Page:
“We’re making sure the farmers are getting as much as they can out of that animal,” Hamstead says. “We’re also able to choose the farmers who are doing things in the way we think is right. The animals aren’t coming from confined feedlots; they’re not being raised in industrial conditions.”
The result, say Hamstead and Reggie, is a better-tasting product — something residents of food-obsessed New Orleans should appreciate.
While both admit that beef doesn’t usually come to mind when people think of what Louisiana does best, they say there is a long tradition of cattle ranching here that has been “pushed aside by the industrial food system.” They hope they can take New Orleanians’ zeal for local seafood and translate that into a desire for local, “land-based protein.”
“There’s such a market for local seafood,” Reggie says. “You see the signs for Louisiana seafood everywhere, and that’s great. We’re looking to make a movement for Louisiana meat as well.”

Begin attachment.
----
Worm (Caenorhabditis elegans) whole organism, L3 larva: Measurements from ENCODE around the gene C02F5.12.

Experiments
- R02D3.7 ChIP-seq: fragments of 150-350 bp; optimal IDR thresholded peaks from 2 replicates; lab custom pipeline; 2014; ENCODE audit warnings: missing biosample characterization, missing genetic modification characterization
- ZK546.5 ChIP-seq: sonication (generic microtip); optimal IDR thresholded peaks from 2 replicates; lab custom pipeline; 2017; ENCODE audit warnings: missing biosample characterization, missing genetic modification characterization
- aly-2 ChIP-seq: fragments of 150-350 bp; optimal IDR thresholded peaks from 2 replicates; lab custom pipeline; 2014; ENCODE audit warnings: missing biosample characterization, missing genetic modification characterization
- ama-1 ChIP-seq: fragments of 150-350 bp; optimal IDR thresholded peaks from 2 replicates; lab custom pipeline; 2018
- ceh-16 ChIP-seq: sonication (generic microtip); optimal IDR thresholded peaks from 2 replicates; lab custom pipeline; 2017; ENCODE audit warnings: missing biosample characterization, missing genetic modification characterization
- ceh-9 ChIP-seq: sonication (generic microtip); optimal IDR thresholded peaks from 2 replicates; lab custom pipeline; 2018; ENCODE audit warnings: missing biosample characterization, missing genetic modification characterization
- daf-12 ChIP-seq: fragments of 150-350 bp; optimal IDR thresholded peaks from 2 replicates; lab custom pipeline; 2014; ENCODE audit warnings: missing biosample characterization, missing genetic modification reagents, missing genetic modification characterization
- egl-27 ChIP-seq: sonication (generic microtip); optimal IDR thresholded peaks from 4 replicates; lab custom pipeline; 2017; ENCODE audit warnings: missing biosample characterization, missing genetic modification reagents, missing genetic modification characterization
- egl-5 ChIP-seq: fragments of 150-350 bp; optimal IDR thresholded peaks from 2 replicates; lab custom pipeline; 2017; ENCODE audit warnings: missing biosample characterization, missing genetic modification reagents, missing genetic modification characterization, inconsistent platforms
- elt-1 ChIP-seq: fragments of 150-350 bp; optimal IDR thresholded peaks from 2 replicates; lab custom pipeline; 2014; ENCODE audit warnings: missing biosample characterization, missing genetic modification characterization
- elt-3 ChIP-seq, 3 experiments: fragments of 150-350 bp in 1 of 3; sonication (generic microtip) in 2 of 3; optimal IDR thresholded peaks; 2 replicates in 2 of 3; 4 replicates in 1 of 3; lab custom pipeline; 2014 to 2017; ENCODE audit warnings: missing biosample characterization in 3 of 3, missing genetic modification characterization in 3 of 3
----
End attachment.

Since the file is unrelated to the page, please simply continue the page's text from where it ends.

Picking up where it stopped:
For more information about the business, visit Cleaver & Co.
Friday, May 18th, 2012
Rob Lynch (MBA ’12) didn’t just start a new business in New Orleans. He helped start a new industry.
Rob Lynch (MBA ’12), owner of Bike Taxi Unlimited, spent a year and a half working with city officials to draft an ordinance legalizing pedicabs in New Orleans. (Photo by Paula Burch-Celentano)
Lynch is the founder of Bike Taxi Unlimited, which last year became one of three companies awarded the right to begin operating pedicabs in New Orleans.
“We get people from A to B with kind of an interesting look at the city,” Lynch says of his pedal-powered rickshaws. “It’s all about showing people a different side of New Orleans.”
A graduate of Loyola University in New Orleans, Lynch worked as a financial analyst in St. Louis for four years, but he eventually grew tired of the corporate grind. When his brother told him about the thriving pedicab business in Charleston, S.C., Lynch, an avid cyclist, realized the tourist-friendly mode of transport would be a perfect match for New Orleans.